December 11/03 4:41 am - Canadian Centre for Ethics in Sport (CCES) Third Quarter Reports
Posted by Editoress on 12/11/03
Major International Events Highlight Third Quarter for Canada's Domestic Doping Control Program
The Canadian Centre for Ethics in Sport (CCES) is pleased to report that 854 doping control tests were conducted during the third quarter of 2003. Of the total tests conducted by the CCES, 649 were conducted on Canadian athletes. Three doping infractions were reported from the activities of the third quarter.
The CCES provided Doping Control services to several international events held in Canada during the third quarter. Included in those events were two world championships: the IBSA (International Blind Sport Federation) World Games and Championships in Quebec City, Quebec and the IAAF (International Association of Athletics Federations) World Youth Championships in Sherbrooke, Quebec.
The CCES domestic program reported that 74% of the members of the Canadian Pan American Games Team were tested in the six months prior to the games as part of the CCES Pre-Games Testing Policy. The CCES continued its blood testing pilot project in the third quarter. Blood/Urine samples were collected at the Canadian Cycling Association's Track National Championships, Athletics Canada's National Athletics Championships and Swimming Canada's Club National Championships.
The CCES reports statistics in the following categories:
Domestic Program: A total of 544 tests were conducted as part of the domestic testing program. Of these tests, all were conducted on Canadian athletes with 334 (61%) on an unannounced basis and 210 (39%) on an announced basis. Infractions were reported in the sports of Bodybuilding.
Blood Testing Pilot Project: A total of 14 blood/urine tests were conducted on athletes in the sports of Athletics, Swimming and Cycling.
Major/International Games: A total of 197 tests were conducted on athletes at nine different events held in Canada, 18 of the athletes tested were Canadian and 179 were foreign athletes.
World Anti-Doping Agency (WADA) tests: A total of 90 tests were conducted at the request of the World Anti-Doping Agency. 77 tests were carried out on Canadian athletes and 13 on foreign athletes.
International Federation (IF) tests: At the request of various International Federations, the CCES conducted a total of 9 tests on foreign athletes.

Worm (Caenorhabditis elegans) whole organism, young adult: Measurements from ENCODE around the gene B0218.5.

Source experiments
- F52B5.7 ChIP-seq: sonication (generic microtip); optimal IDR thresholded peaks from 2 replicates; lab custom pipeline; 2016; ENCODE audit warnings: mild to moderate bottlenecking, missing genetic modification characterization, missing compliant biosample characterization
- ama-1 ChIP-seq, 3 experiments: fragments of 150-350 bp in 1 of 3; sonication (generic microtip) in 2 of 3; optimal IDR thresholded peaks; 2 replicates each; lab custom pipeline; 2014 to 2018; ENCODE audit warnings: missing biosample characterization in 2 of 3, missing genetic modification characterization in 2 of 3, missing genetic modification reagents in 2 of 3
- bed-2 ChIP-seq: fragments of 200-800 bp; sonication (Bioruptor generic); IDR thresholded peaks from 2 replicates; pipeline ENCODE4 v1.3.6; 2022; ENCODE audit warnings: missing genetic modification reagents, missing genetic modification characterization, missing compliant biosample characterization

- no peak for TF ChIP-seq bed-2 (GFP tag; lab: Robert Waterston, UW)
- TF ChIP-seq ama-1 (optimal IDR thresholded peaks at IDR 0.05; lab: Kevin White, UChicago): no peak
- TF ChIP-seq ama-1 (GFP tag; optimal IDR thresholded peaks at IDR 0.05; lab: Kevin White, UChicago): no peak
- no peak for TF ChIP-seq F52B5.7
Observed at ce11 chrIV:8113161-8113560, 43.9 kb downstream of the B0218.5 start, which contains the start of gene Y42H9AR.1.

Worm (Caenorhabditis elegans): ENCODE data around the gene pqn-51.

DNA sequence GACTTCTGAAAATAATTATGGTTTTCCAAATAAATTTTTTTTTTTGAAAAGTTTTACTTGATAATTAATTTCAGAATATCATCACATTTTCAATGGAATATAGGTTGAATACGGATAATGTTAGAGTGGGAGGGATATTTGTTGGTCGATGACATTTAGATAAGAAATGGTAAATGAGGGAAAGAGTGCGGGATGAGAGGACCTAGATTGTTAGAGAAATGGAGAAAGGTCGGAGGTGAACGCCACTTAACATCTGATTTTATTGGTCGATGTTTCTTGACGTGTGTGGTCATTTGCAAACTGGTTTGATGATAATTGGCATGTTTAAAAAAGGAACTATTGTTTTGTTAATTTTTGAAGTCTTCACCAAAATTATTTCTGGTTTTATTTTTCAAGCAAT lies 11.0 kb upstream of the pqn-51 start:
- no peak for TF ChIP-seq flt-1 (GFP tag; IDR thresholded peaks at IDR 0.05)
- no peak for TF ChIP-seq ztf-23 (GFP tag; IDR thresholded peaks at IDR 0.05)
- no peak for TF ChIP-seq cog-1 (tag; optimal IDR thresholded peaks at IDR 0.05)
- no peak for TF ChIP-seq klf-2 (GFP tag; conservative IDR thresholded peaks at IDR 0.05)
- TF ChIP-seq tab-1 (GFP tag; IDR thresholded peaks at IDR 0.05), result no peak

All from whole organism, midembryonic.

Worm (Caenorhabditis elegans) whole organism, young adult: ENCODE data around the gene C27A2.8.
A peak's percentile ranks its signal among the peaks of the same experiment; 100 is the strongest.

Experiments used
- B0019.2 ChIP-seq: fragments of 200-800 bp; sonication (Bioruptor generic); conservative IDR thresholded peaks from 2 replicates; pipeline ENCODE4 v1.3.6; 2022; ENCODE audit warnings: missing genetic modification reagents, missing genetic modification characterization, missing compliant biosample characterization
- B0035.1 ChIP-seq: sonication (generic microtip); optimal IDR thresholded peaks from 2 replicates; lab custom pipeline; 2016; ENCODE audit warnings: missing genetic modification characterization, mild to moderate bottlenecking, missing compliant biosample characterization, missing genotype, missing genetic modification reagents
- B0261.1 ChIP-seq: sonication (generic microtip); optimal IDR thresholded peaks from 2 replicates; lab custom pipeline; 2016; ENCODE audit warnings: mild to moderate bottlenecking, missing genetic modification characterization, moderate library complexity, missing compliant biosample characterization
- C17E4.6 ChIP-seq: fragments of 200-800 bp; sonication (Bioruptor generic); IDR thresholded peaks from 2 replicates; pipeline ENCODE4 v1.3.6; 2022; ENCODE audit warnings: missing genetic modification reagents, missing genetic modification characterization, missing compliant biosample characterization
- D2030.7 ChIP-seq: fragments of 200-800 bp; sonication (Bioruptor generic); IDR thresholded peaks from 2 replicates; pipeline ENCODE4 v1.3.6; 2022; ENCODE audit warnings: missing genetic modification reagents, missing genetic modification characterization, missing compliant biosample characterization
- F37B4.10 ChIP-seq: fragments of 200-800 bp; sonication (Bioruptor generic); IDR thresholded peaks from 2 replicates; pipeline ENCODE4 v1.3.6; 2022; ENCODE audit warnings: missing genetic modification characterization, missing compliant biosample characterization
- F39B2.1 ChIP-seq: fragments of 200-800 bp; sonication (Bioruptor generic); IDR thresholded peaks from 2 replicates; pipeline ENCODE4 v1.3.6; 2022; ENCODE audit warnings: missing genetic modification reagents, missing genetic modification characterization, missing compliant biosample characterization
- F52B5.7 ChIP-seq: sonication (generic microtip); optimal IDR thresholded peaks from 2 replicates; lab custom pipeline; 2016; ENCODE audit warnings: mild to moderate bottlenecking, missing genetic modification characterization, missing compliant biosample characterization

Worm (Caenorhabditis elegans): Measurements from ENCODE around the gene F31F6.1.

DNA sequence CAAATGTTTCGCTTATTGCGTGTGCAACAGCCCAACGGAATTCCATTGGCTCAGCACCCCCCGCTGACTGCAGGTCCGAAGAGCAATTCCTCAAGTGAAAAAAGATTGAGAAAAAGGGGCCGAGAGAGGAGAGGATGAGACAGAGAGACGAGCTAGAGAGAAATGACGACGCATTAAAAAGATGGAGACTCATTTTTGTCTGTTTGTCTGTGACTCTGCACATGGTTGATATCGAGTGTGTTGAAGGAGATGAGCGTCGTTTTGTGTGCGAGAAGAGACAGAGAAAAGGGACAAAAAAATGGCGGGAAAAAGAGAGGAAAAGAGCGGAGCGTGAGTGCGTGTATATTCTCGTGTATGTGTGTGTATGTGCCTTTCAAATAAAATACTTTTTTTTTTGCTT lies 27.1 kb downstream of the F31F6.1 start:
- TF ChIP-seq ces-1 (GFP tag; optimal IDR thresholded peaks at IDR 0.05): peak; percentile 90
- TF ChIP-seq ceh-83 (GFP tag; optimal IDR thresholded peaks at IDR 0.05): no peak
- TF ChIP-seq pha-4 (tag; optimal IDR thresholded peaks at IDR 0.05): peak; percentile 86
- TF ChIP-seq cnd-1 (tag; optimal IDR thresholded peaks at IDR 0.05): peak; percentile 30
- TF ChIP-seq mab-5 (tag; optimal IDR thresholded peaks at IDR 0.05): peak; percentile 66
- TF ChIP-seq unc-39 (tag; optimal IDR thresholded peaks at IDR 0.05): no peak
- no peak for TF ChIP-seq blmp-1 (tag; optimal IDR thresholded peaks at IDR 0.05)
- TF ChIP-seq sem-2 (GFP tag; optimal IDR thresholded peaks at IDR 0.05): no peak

Contract Service tests: A total of 14 tests were conducted outside of the Canadian Policy on Doping in Sport for the sports of Bodybuilding and Equestrian.
The CCES is responsible for all aspects of the Canadian Doping Control Program, including athlete testing. The Program is certified under ISO 9001: 2000 and the CCES provides quarterly and annual reports of all doping control tests carried out in Canada.
Doping Control Statistics for Canadian Athletes for Third Quarter 2003 Under the Domestic Program
|Cross Country Ski||3||0||3|
|Roller Sports: Hockey||10||0||10|
|Ten Pin Bowling||1||0||1|
Doping Control Statistics for Canadian Athletes for Third Quarter 2003 at Major / International Games
|IBSA World Championships Blind: Cycling||0||3||3|
|IBSA World Championships Blind: Goal Ball||0||2||2|
|IBSA World Championships Blind: Judo||0||1||1|
|IBSA World Championships Blind: Powerlifting||0||3||3|
|IBSA World Championships Blind: Swimming||0||4||4|
|Dressage International Equestrian||0||3||3|
|49th Traversee Internationale du Swimming|
|FINA Jr Women's World Water Polo|
* The CCES may not always receive laboratory results at certain international events.
Doping Control Statistics for Canadian Athletes for Third Quarter 2003 on behalf of WADA
Doping Control Statistics for Foreign Athletes for Third Quarter 2003 on behalf of WADA
Doping Control Statistics for Foreign Athletes for Third Quarter 2003 on behalf of International Federations
Unannounced: refers to athlete testing conducted with little or no warning, primarily occurring during training and out of competition.
Announced: refers to scheduled testing primarily during competitions where athletes are aware that testing will occur.
* In addition to the above noted infractions on Canadian athletes, please note that positive findings of international athletes are dealt in accordance with the appropriate International Federations and therefore not represented above.